A root name server is a name server for the Domain Name System‘s root zone. It directly answers requests for records in the root zone and answers other requests by returning a list of the authoritative name servers for the appropriate top-level domain (TLD). The root name servers are a critical part of the Internet infrastructure because they are the first step in translating (resolving) human readable host names into IP addresses that are used in communication between Internet hosts.
A combination of limits in the DNS and certain protocols, namely the practical size of unfragmented User Datagram Protocol (UDP) packets, resulted in a decision to limit the number of root servers to 13 logical servers. To serve the needs of the public Internet worldwide, the number of root server instances is 356 as of 6 March 2013.
As of February 2013, there are 13 root name servers specified, with names in the form letter.root-servers.net, where letter ranges from A to M. This does not mean there are 13 physical servers; each operator uses redundant computer equipment to provide reliable service even if failure of hardware or software occur. Additionally, nine of the servers operate in multiple geographical locations using a routing technique called anycast, providing increased performance and even more fault tolerance.
Ten servers were originally in the United States; some are now operated via anycast. Three servers were originally located in Stockholm (I), Amsterdam (K), and Tokyo (M).
|Letter||IPv4 address||IPv6 address||Old name||Operator|
|D||184.108.40.206||2001:500:2d::d||terp.umd.edu||University of Maryland|
|F||220.127.116.11||2001:500:2f::f||ns.isc.org||Internet Systems Consortium|
|G||18.104.22.168||N/A||ns.nic.ddn.mil||Defense Information Systems Agency|
|H||22.214.171.124||2001:500:1::803f:235||aos.arl.army.mil||U.S. Army Research Lab|
Older servers had their own name before the policy of using similar names was established.
The choice of 13 nameservers was made because of limitations in the original DNS specification,[why?] which specifies a maximum packet size of 512 bytes when using the User Datagram Protocol (UDP). The addition of IPv6 addresses for the root nameservers requires more than 512 bytes, which is facilitated by the EDNS0 extension to the DNS standard. While only 13 names are used for the root nameservers, there are many more physical servers; A, C, E, F, G, I, J, K, L and M servers now exist in multiple locations on different continents, using anycast address announcements to provide decentralized service. As a result most of the physical root servers are now outside the United States, allowing for high performance worldwide.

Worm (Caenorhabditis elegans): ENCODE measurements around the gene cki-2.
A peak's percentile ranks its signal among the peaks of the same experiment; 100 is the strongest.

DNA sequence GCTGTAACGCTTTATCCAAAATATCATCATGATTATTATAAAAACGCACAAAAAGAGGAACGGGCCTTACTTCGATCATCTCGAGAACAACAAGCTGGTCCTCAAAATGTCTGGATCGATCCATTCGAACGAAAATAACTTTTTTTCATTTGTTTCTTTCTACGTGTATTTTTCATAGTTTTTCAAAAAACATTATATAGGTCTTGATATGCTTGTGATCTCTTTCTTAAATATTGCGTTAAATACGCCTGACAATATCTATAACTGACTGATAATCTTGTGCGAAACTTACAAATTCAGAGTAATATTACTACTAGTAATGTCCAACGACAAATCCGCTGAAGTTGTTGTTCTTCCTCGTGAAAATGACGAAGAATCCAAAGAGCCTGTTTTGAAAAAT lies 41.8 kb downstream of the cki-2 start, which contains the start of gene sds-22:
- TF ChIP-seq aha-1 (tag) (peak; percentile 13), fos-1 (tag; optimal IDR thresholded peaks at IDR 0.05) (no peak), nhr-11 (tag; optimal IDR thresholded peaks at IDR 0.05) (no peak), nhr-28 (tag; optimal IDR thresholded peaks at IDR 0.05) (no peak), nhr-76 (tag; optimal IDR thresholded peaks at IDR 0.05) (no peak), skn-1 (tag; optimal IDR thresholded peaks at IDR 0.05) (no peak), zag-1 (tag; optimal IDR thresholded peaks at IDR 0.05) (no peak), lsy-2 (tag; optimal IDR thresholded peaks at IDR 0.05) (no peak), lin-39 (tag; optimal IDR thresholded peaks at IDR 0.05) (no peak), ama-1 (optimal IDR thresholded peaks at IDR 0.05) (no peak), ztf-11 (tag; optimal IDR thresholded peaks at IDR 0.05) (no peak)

The DNS Root Server System Advisory Committee is an ICANN committee. However, the root zone is controlled by the United States Department of Commerce who must approve all changes to the root zone file requested by ICANN. ICANN’s bylaws assign authority over the operation of the root nameservers of the Domain Name System to the DNS Root Server System Advisory Committee.
Attacks on the Root Servers
On October 21, 2002 an attack lasting for approximately one hour was targeted at all 13 DNS root name servers.
This was the second significant failure of the root nameservers. The first caused the failure of seven machines in April 1997 due to a technical problem.
On February 6, 2007 an attack began at 10 AM UTC and lasted twenty-four hours. At least two of the root servers (G-ROOT and L-ROOT) reportedly suffered badly while two others (F-ROOT and M-ROOT) experienced heavy traffic. The latter largely contained the damage by distributing requests to other root server instances with anycast addressing. ICANN published a formal analysis shortly after the event.
Due to a lack of detail, speculation about the incident proliferated in the press until details were released.
On February 8, 2007 it was announced by Network World that: “If the United States found itself under a major cyberattack aimed at undermining the nation’s critical information infrastructure, the Department of Defense is prepared, based on the authority of the President, to launch […] an actual bombing of an attack source or a cyber counterattack.”
On February 12, 2012, a statement was posted on Pastebin cited to be from Anonymous, threatening an attack on the root servers on March 31, 2012.
DNS root server distribution
Now compare that with the distribution of Internet users across the same regions. We have kept the colors for the regions the same, so you can easily compare the two charts.
- Europe and North America together have only 36% of the Internet population, but 62% of the root servers.
- Asia has 45% of the Internet population, but only 17% of the root servers.
Internet users per root server
An interesting side note is that in 2007, the world average was 9.4 million Internet users per root server site. In 2012 it is, as you can see in the chart above, 7.6 million. That is definitely an improvement.
Asia on the other hand has gone from 16.7 million Internet users per root server site in 2007 to 20.3 million in 2012.
In other words, the world as whole is getting a better ratio between the number of Internet users and root servers, while Asia is getting a worse ratio.
In the past 5 years the world Internet population has doubled, and more than half of the new Internet users have come from Asia. It’s clearly a region that is becoming increasingly underserved in terms of DNS infrastructure.